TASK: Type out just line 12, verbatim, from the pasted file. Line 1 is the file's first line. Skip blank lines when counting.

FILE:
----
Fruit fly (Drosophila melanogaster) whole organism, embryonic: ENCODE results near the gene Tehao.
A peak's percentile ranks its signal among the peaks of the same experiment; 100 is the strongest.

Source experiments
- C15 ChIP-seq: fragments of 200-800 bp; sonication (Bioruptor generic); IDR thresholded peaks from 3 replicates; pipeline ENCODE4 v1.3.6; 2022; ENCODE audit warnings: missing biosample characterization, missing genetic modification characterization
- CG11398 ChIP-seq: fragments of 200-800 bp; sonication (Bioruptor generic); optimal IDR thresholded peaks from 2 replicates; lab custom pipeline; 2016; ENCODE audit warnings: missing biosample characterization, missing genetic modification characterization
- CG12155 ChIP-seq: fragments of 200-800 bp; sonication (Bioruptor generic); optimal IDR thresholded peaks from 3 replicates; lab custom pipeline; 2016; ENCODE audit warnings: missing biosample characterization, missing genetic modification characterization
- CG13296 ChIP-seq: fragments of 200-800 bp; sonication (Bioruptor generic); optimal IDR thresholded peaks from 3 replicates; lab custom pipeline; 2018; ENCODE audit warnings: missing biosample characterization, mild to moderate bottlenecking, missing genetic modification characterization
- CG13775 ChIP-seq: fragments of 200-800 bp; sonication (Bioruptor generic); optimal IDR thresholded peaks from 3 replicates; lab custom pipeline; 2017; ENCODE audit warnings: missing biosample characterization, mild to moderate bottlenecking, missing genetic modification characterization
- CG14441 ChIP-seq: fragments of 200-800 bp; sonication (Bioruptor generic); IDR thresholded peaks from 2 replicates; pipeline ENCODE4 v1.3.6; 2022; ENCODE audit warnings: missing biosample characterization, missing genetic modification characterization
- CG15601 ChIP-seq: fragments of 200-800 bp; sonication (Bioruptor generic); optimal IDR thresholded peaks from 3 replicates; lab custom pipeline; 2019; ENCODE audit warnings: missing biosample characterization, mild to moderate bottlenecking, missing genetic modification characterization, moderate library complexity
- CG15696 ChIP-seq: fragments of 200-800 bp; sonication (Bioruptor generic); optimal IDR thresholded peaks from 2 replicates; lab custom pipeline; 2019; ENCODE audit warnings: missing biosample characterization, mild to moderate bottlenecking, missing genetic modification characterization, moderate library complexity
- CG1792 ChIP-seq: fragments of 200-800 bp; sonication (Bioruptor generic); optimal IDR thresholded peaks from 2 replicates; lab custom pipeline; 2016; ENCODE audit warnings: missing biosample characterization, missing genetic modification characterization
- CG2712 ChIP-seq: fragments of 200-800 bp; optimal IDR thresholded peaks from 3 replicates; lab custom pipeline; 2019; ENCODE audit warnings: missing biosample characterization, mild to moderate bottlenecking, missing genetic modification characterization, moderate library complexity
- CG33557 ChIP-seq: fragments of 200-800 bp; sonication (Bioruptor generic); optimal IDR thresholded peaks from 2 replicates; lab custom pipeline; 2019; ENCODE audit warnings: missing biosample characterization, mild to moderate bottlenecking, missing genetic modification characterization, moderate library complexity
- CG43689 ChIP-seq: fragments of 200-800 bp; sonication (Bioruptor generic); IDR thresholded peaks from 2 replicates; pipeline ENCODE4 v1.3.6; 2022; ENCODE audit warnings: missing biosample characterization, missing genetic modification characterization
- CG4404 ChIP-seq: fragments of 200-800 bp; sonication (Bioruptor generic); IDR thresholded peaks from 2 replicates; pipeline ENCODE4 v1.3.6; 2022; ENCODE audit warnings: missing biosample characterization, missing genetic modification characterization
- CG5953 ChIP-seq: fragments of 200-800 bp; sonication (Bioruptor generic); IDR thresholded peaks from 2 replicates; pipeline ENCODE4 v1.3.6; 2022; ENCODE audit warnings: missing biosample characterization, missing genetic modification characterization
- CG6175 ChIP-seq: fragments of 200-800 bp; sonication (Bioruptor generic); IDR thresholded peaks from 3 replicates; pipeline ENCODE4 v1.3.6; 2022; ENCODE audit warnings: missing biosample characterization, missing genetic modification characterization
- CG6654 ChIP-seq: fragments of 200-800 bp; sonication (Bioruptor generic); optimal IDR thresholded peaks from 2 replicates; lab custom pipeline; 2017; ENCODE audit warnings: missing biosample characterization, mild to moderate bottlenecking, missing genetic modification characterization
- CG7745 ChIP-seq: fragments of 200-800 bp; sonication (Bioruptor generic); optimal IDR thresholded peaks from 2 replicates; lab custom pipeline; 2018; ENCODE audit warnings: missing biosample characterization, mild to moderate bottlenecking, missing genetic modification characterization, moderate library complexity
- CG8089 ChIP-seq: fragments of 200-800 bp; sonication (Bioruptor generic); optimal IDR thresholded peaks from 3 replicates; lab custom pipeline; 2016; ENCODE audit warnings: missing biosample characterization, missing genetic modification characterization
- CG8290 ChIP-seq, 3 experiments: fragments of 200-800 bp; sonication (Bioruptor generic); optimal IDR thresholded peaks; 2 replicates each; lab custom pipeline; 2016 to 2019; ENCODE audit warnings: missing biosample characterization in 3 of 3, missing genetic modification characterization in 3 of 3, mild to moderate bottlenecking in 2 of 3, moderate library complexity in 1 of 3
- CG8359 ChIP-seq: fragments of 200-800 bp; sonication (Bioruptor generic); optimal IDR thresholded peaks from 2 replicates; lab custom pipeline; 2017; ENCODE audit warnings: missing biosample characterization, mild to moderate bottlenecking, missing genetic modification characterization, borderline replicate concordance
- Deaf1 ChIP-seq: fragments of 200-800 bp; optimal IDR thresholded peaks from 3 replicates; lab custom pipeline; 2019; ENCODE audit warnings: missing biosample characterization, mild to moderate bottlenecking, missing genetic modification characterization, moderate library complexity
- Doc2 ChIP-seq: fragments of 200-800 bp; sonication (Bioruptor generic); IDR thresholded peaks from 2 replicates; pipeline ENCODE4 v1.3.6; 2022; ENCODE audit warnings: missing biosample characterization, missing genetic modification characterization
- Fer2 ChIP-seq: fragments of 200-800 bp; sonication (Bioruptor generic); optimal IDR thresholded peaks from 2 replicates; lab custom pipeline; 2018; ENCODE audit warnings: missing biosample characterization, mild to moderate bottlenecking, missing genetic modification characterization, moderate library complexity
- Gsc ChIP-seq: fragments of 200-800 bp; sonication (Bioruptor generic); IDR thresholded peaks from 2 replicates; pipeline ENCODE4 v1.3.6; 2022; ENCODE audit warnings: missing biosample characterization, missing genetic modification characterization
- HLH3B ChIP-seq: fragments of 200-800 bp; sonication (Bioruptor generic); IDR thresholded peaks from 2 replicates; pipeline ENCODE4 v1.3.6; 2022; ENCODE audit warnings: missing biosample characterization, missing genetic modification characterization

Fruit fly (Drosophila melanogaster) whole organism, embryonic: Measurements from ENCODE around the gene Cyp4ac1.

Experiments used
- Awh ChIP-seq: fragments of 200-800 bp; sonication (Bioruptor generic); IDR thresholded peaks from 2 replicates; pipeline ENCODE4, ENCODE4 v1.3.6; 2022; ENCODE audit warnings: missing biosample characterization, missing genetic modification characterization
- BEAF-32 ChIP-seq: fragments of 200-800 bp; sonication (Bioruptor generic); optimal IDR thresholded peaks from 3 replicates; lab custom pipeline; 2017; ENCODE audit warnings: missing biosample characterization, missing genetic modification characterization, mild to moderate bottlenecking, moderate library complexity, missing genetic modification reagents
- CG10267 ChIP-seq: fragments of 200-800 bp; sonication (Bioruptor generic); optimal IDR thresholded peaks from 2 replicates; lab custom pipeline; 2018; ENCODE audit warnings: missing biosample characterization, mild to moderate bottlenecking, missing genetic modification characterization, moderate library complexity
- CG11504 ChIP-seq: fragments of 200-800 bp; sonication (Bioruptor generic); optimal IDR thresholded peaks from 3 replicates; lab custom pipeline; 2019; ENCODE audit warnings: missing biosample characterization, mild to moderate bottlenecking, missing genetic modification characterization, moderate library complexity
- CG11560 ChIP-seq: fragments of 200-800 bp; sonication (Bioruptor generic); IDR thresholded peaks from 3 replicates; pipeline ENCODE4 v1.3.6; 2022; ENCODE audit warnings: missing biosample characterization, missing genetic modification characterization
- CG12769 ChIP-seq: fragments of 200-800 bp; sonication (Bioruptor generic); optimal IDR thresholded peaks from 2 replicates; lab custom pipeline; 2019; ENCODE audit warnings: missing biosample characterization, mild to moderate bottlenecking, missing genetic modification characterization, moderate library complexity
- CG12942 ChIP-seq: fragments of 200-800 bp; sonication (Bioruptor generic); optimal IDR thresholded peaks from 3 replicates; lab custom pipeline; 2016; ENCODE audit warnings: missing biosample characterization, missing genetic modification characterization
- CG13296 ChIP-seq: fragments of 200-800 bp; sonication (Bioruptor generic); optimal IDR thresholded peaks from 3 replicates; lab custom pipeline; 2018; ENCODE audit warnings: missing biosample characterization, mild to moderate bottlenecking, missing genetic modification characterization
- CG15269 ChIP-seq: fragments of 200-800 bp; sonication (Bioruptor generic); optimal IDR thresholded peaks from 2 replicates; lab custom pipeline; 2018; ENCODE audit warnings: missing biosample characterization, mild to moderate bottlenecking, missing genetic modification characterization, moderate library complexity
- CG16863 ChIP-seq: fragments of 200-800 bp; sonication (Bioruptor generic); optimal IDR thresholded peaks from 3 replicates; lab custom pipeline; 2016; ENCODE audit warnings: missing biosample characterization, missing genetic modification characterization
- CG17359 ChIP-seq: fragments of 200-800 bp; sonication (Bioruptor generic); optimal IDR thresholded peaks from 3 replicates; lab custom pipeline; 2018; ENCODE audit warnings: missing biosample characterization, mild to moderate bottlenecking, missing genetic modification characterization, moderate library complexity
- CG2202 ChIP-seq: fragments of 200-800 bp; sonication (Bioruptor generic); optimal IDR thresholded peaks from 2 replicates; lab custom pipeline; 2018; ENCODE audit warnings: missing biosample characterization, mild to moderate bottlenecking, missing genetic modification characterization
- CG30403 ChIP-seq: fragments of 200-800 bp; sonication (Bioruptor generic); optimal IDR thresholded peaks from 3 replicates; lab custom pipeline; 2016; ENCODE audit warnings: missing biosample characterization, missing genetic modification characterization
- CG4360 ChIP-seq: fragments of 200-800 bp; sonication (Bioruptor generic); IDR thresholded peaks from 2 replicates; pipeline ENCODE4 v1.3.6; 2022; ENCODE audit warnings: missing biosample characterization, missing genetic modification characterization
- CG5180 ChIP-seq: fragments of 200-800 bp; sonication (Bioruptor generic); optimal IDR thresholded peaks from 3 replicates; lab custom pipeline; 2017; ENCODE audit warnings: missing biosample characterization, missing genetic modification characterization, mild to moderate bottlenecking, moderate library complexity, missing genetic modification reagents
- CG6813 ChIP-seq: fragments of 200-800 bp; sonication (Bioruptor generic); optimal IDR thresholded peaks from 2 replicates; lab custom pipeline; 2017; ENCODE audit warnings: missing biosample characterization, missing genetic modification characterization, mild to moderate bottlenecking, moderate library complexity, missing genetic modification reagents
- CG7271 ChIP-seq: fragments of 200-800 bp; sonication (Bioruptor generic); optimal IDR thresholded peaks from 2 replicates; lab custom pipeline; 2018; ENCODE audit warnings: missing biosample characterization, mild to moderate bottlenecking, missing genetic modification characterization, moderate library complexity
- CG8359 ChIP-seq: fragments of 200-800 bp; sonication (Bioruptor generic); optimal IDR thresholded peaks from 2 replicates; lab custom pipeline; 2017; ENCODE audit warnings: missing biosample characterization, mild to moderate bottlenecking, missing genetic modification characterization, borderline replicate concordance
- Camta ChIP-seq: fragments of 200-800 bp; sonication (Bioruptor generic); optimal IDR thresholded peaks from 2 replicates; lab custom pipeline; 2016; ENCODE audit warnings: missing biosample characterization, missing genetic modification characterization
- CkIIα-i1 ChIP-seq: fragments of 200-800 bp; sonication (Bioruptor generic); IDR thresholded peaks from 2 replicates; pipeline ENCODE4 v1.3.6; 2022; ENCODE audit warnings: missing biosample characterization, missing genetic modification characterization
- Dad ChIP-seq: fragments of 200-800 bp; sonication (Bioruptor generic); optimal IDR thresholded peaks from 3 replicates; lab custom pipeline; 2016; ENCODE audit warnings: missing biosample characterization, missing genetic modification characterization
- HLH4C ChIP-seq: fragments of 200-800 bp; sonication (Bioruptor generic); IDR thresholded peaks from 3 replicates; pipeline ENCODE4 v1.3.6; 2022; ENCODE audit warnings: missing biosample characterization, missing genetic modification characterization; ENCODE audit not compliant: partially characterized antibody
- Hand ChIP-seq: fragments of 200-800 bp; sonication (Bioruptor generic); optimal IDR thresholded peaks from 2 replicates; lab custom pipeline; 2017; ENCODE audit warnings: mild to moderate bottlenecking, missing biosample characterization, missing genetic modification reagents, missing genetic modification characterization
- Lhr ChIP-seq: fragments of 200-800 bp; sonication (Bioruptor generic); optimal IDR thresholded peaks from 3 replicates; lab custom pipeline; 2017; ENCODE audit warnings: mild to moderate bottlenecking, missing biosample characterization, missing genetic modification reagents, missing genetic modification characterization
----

- CG1792 ChIP-seq: fragments of 200-800 bp; sonication (Bioruptor generic); optimal IDR thresholded peaks from 2 replicates; lab custom pipeline; 2016; ENCODE audit warnings: missing biosample characterization, missing genetic modification characterization